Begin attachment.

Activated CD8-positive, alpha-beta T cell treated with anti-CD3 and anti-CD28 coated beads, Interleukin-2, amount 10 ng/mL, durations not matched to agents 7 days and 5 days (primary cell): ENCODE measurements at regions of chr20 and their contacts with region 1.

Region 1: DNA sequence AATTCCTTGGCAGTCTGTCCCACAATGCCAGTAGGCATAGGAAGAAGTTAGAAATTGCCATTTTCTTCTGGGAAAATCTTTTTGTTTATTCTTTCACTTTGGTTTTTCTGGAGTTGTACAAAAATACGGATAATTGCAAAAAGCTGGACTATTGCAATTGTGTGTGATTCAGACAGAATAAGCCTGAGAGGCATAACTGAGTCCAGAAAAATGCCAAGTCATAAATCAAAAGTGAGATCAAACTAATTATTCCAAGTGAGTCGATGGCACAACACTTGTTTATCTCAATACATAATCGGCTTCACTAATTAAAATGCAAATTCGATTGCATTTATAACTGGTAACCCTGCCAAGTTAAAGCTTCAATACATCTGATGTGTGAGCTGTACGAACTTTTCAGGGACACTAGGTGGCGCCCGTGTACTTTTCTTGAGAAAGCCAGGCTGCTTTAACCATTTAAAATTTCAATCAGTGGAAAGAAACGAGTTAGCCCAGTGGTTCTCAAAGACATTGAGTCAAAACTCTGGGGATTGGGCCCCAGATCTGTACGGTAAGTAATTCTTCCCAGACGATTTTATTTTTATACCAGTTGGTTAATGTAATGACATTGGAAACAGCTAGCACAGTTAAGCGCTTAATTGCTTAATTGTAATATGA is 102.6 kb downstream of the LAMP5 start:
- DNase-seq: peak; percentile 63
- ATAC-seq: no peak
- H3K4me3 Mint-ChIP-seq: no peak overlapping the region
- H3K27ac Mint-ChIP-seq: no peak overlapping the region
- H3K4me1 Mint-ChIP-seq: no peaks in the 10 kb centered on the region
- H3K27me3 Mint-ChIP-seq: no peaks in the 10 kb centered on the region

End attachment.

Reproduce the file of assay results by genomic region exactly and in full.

Activated CD8-positive, alpha-beta T cell treated with anti-CD3 and anti-CD28 coated beads, Interleukin-2, amount 10 ng/mL, durations not matched to agents 7 days and 5 days (primary cell): ENCODE measurements at regions of chr20 and their contacts with region 1.

Region 1: DNA sequence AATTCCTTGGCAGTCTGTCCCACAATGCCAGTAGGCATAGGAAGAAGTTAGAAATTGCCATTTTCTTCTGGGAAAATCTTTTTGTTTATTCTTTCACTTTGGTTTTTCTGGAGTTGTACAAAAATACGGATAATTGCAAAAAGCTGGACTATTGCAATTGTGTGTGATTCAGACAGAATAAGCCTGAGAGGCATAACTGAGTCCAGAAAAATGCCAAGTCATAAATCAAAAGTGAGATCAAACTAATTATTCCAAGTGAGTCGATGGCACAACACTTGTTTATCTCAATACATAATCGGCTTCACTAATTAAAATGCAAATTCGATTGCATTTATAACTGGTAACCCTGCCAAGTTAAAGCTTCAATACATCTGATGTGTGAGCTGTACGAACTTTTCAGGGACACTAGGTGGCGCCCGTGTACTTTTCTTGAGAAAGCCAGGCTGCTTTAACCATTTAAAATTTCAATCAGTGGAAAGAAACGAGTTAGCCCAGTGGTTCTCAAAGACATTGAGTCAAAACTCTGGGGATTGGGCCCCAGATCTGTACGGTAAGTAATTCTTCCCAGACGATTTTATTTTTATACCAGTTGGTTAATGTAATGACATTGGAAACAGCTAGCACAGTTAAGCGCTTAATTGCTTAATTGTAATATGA is 102.6 kb downstream of the LAMP5 start:
- DNase-seq: peak; percentile 63
- ATAC-seq: no peak
- H3K4me3 Mint-ChIP-seq: no peak overlapping the region
- H3K27ac Mint-ChIP-seq: no peak overlapping the region
- H3K4me1 Mint-ChIP-seq: no peaks in the 10 kb centered on the region
- H3K27me3 Mint-ChIP-seq: no peaks in the 10 kb centered on the region